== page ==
Sunday, April 10, 2011 , at 12:29 AM
The development of New York city in four easy pictures, for your viewing pleasure. Notice the significant jump in the height of the buildings by 1932? Most of this had only occurred within the couple of years before the second photo was taken: 1930-31 saw construction of five New York skyscrapers that are still among the top ten tallest today, among them the monumental Empire State Building (see the list here).
September 11th 2001 lies glaringly between the last two photos. The (unknown) creator of this particular montage has penned-in the 1 World Trade Center building (a.k.a. ‘Freedom Tower’) which is currently under construction at Ground Zero. It is set to be completed in 2013. Long may it stand.
In 1906, San Francisco experienced one of the most devastating earthquakes in history. Reportedly measuring around 8 on the Richter scale, the shaking was felt from Oregon to Los Angeles along the coast, and as far inland as Nevada. The earthquake caused fires that destroyed almost the entire city of San Francisco, resulting in an estimated death toll of over 3,000.
The photo below was taken just over a month after the event, making the San Francisco earthquake one of the first natural disasters to be recorded on film. By 2006, the city has managed to rebuild itself quite nicely, and even added a couple of bridges (the Golden Gate bridge is off the frame – but it’s definitely there!)
Opinions seem to differ on the date of the first picture – it could have been taken in the 80s – but either way it’s clear that it’s a picture of very little. Now just add a little oil, sprinkle with some laissez-faire building regulations, fast-forward only halfway through one of the biggest construction booms of the modern world, and the result by 2003 is a significant facelift for Dubai’s Sheikh Zayed Road. No longer such a lonely place!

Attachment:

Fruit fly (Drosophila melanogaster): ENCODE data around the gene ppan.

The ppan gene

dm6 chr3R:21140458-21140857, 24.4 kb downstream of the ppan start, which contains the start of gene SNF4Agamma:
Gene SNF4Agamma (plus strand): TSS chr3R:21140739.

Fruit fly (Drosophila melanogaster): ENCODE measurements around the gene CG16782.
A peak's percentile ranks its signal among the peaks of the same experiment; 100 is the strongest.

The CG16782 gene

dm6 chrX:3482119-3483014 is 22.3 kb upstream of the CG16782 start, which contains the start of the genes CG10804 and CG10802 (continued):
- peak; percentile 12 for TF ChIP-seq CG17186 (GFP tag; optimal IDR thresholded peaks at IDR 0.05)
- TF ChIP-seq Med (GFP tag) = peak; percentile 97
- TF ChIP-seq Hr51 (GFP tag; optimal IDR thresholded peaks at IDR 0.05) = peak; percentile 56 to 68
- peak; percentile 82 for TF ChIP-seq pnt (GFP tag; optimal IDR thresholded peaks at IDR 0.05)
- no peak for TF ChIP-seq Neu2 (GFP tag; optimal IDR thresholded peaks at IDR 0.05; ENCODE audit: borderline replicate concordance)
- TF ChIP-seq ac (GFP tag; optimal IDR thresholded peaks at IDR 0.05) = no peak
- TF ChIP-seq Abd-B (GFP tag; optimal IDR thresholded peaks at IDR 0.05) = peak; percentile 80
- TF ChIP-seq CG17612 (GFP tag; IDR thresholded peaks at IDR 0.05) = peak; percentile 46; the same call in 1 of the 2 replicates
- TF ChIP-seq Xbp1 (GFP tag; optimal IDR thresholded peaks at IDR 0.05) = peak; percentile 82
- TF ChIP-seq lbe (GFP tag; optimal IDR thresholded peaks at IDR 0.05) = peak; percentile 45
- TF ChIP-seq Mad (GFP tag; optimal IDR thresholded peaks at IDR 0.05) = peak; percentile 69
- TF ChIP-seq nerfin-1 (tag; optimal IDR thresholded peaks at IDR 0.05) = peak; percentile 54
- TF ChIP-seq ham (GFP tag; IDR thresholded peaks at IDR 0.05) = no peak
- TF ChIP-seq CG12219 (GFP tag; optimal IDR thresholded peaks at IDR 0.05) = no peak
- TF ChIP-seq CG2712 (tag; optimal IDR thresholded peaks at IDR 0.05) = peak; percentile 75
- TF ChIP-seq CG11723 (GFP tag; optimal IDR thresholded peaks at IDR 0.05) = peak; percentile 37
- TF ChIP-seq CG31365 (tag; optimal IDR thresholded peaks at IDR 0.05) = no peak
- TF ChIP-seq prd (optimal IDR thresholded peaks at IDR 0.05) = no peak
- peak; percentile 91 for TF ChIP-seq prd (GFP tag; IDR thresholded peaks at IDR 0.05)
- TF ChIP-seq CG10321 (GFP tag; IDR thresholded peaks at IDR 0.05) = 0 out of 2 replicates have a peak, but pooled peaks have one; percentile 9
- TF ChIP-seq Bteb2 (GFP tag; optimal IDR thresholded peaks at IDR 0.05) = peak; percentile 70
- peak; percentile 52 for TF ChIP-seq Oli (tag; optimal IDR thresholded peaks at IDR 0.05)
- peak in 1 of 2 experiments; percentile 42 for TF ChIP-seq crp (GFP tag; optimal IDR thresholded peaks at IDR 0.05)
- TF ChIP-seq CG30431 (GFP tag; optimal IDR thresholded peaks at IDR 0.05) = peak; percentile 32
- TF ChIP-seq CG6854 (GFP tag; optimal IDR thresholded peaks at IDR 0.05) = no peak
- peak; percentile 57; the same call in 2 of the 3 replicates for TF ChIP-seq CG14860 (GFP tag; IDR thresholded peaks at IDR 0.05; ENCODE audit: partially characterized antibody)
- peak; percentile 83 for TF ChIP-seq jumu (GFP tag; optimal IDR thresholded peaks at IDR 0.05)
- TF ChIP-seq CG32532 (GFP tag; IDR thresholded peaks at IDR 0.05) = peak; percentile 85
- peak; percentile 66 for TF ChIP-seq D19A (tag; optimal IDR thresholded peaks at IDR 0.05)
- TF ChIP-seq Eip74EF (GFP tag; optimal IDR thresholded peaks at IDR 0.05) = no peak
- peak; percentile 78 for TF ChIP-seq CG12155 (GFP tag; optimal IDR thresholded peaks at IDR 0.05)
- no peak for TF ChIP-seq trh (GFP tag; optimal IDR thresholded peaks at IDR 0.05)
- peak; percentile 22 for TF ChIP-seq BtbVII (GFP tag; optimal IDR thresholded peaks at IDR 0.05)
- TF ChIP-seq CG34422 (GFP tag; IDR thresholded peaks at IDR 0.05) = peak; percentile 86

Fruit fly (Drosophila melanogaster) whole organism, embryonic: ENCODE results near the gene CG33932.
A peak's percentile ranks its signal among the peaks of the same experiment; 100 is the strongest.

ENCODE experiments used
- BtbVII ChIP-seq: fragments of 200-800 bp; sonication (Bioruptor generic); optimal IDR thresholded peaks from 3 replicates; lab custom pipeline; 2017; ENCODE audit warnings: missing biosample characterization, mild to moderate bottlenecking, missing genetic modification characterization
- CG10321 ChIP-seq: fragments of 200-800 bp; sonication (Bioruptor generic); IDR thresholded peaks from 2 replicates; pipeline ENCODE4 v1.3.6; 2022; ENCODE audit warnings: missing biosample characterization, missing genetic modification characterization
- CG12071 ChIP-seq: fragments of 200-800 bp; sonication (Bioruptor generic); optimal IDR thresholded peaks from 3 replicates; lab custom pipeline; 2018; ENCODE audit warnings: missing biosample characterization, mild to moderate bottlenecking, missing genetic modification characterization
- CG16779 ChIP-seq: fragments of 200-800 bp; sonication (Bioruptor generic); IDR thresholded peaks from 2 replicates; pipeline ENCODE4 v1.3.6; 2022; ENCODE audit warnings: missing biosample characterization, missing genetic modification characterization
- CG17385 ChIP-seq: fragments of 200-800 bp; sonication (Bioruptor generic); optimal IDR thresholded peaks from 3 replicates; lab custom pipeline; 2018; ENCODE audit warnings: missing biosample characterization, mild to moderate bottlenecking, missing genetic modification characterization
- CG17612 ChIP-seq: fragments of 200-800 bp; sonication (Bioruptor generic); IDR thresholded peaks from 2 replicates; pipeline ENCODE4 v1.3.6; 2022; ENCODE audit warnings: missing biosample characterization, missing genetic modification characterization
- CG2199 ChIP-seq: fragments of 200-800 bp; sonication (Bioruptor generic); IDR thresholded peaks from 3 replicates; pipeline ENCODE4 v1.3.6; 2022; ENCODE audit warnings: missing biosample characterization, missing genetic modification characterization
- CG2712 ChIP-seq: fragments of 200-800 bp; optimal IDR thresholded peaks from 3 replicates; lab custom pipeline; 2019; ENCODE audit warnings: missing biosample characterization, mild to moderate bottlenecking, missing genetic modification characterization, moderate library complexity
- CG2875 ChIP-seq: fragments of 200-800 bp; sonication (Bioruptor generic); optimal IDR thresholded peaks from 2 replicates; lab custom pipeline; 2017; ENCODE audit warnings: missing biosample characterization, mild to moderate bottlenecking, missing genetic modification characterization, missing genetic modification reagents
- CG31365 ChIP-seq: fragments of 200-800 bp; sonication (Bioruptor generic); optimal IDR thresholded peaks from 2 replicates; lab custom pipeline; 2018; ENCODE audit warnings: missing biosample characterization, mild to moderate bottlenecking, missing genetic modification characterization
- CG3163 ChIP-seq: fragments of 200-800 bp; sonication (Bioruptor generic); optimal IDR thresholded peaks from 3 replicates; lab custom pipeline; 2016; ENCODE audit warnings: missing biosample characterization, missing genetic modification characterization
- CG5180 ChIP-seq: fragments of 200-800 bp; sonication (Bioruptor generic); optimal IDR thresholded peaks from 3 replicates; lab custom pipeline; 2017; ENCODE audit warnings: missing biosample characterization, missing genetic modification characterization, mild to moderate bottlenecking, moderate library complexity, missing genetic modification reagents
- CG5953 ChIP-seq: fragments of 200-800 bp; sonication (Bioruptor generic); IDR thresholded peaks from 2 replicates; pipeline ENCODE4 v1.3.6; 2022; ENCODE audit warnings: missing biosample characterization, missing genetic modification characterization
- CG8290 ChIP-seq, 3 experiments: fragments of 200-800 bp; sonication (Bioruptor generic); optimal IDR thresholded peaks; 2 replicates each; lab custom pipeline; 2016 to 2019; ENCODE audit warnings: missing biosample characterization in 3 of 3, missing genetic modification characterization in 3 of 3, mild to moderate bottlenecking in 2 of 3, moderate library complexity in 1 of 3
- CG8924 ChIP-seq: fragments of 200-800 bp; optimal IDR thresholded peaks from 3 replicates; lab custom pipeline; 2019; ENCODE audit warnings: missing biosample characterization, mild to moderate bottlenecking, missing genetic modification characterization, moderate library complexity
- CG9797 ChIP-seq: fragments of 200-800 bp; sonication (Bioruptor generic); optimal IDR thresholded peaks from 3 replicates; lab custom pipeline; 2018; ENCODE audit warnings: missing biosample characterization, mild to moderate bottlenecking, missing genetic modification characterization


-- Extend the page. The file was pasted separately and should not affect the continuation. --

But Dubai didn’t stop in 2003. In 2010 it topped the Ultrapolis charts for having the tallest tall buildings in the world. That’s helped to no small degree by the undisputed world champion tall building, the Burj Khalifa.
This is what happens when the Chinese government says, “Right, we are now going to develop this area.” Pictured is only one small part of the city of Shanghai, but, my, how quickly it has grown up! Since 1990, Shanghai has built…wait for it…6,704 buildings of 11 stories or more! That includes the former tallest building in the world (and current tallest hotel), the Shanghai World Financial Center.
What makes these pictures all the more remarkable is that the buildings almost seem to chart China’s economic development. Take a look at this trade graph between 1990 and 2010.
Unfortunately, Shanghai is having to calm down a bit on the construction front these days, as the city is sinking at the rate of about one and a half centimetres a year. Well, it is built on a drained swamp. Doh!
Newcastle upon Tyne
Newcastle upon Tyne in the north-east of England. Granted, not a great deal of skyscrapers here – none, to be precise – but there are loads of bridges. The one just being completed there in 1928 is the Tyne Bridge. That’s a good 9 years before the Golden Gate Bridge, incidentally. Of course, the first bridge over the Tyne was the Pons Aelius, built by the Romans in the year 122 AD. Oh yes, we’re old hands at this.
Upsala glacier (Argentina)
Here is the other side of the developmental coin. As the cities grow, amazing natural features are fading away. The Upsala glacier (named after the Swedish university that first sponsored research in the area) is one of the most potent examples of this. One of 47 glaciers in Argentina’s Los Glaciares National Park, it has shrunk by 5km between 1980-2000.
Glaciers throughout the Andes are retreating so fast that some are expected to disappear within 10-20 years, threatening food and water supplies in Colombia, Peru, Chile, Venezuela, Ecuador, Argentina and Bolivia. The same drastic trend has been observed throughout the world since the 1980s.